India is in a demographically favorable phase. Although India’s demographic dividend is usually lauded as one of its strengths, this has to be understood with caution. Unless skilled, and provided with employment opportunities, the huge demographic dividend that aims to propel India onto the world stage might end up being a liability rather than an asset. This implies that the ratio of working age population to total population ratio is on the increase, leading to a need to provide productive livelihoods to the increasing number of young entering the workforce and also to those who are unemployed or under-employed.
Shifting labor from agriculture to non- agricultural occupations is essential and so is encouraging manufacturing — through initiatives such as ‘Make in India’. India’s employment elasticity was negative for the years 2009-10 and in 2011-12. This cannot be allowed to continue if the country’s economic progress is to be sustained and a certain social cohesion maintained. According to the National Skill Development Corporation (NSDC), a public-private partnership set up by the Planning Commission with a mandate of providing funding and direction to private skill development programs, the growing skill gap in India is estimated to be more than 250 million workers across various sectors by 2022. Against a target of skilling 8.5 million people in 2012-13, just about 1.4 million were trained by various ministries and NSDC by mid-November 2013.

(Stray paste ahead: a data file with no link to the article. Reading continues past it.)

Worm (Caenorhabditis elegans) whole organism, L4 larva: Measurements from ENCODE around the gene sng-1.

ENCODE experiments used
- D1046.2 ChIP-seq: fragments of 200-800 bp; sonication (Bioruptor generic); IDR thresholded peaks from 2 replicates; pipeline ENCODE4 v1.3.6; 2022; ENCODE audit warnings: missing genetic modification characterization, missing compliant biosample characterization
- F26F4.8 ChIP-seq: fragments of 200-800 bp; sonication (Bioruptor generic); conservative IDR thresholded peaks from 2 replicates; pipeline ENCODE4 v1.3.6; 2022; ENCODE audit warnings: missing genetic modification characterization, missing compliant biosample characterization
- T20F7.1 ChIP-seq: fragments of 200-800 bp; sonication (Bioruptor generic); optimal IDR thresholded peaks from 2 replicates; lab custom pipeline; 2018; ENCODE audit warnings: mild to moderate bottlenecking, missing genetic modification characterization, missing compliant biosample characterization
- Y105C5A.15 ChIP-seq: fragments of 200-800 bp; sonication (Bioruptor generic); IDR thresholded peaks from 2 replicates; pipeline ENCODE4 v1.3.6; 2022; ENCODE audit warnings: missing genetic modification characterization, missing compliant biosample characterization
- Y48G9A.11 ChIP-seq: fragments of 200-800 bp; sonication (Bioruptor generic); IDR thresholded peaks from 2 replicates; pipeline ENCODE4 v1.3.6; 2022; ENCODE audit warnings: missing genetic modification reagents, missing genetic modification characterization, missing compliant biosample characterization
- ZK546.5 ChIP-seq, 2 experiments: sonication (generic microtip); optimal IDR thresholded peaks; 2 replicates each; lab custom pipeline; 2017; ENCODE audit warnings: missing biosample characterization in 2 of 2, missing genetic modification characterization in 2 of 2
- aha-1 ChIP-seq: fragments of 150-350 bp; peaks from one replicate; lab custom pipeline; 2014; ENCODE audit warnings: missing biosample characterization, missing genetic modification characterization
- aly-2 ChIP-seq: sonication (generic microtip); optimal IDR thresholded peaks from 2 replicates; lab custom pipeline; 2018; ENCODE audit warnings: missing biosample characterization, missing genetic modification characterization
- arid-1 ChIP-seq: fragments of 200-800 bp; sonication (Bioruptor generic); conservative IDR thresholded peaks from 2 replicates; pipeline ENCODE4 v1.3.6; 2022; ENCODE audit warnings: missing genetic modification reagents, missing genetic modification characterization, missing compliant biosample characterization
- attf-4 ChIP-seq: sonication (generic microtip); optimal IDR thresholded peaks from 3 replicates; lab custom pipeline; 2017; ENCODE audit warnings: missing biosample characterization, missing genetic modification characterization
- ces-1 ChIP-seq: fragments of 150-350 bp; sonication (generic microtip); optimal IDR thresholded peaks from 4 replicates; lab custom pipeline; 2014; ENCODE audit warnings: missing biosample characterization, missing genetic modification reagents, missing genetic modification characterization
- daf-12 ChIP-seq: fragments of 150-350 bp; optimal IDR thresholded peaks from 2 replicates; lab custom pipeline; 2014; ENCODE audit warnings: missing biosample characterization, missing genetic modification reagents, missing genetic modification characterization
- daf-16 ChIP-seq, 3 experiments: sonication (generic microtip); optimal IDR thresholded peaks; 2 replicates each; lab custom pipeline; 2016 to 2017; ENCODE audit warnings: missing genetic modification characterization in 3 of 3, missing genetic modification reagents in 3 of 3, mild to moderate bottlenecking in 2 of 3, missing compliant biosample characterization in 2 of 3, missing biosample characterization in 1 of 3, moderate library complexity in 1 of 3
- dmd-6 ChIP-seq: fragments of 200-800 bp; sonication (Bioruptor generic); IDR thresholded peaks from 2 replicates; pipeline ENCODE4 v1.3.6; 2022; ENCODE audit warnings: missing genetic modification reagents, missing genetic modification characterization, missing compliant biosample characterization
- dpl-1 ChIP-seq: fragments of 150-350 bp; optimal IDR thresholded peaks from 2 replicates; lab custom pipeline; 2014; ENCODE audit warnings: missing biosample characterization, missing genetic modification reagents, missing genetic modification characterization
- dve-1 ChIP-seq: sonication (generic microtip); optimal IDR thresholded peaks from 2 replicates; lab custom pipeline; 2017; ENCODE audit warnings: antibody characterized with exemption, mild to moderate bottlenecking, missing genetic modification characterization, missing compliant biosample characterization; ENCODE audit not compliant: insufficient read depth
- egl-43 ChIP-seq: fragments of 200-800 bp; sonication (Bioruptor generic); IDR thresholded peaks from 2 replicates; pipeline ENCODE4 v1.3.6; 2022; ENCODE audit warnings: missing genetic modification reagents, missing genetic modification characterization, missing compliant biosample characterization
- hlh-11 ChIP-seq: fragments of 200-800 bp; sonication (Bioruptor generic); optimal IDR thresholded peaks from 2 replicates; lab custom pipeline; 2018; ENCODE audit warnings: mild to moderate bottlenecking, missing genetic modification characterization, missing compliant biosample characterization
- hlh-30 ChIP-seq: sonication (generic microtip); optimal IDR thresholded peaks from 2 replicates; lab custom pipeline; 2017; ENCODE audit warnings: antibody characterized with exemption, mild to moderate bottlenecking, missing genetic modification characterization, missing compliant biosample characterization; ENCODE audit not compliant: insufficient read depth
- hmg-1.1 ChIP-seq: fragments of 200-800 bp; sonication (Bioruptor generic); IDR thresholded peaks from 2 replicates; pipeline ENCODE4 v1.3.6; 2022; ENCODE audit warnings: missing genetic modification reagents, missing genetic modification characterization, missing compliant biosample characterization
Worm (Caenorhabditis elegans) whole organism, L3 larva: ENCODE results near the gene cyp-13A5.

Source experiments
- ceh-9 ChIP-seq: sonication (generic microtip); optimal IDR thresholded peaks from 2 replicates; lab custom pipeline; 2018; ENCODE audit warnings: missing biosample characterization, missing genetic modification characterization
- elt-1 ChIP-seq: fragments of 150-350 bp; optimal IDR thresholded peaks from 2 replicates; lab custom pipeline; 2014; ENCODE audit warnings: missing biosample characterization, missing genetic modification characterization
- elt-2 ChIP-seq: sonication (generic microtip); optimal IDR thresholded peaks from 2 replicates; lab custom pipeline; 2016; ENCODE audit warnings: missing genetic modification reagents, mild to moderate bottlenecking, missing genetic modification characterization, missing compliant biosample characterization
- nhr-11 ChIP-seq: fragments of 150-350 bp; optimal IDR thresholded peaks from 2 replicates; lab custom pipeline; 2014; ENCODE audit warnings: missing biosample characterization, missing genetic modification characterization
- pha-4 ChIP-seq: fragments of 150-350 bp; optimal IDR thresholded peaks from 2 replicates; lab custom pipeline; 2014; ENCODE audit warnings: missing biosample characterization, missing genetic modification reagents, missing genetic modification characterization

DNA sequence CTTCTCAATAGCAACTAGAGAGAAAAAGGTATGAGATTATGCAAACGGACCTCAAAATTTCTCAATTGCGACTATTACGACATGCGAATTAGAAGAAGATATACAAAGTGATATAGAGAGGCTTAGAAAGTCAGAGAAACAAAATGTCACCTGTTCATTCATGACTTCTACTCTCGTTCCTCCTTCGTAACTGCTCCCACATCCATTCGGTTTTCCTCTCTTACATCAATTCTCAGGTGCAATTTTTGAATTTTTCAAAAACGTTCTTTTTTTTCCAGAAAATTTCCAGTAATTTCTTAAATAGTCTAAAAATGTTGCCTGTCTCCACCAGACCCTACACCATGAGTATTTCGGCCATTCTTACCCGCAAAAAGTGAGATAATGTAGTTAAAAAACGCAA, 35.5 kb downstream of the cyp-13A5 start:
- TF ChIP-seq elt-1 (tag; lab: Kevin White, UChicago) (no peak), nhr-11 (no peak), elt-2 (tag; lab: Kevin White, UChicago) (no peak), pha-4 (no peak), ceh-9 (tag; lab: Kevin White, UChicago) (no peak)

The fact that employers are themselves aware of this deficiency reflected in a survey of employers where 78 percent of the respondents were concerned with the growing skills gap. With over 77 projects carried out by the NSDC over the past three years notwithstanding, it appears that the only way NSDC may cross its milestones is by involving large private companies and institutions, which have the means and infrastructure to successfully implement such large scale projects.
What is common between most public-private projects that have been successful is the linkage between a corporation’s core business activities and the sphere in which it decides to contribute to social development. The private by deploying its CSR capital on skill development projects, stands to benefit enormously from the availability of a large skilled and disciplined workforce. Such a workforce can easily translate into better levels of customer service, reduced absenteeism and employee turnover, increased productivity and efficiency, along with reduced recruitment costs.
It is such collaborative thinking and action that is required on the part of the government and the private sector which will not only propel growth but ensure that the growth achieved is sustainable, inclusive and equitable.
By Rishabh Gangwar
Senior Programme Manager – Livelihood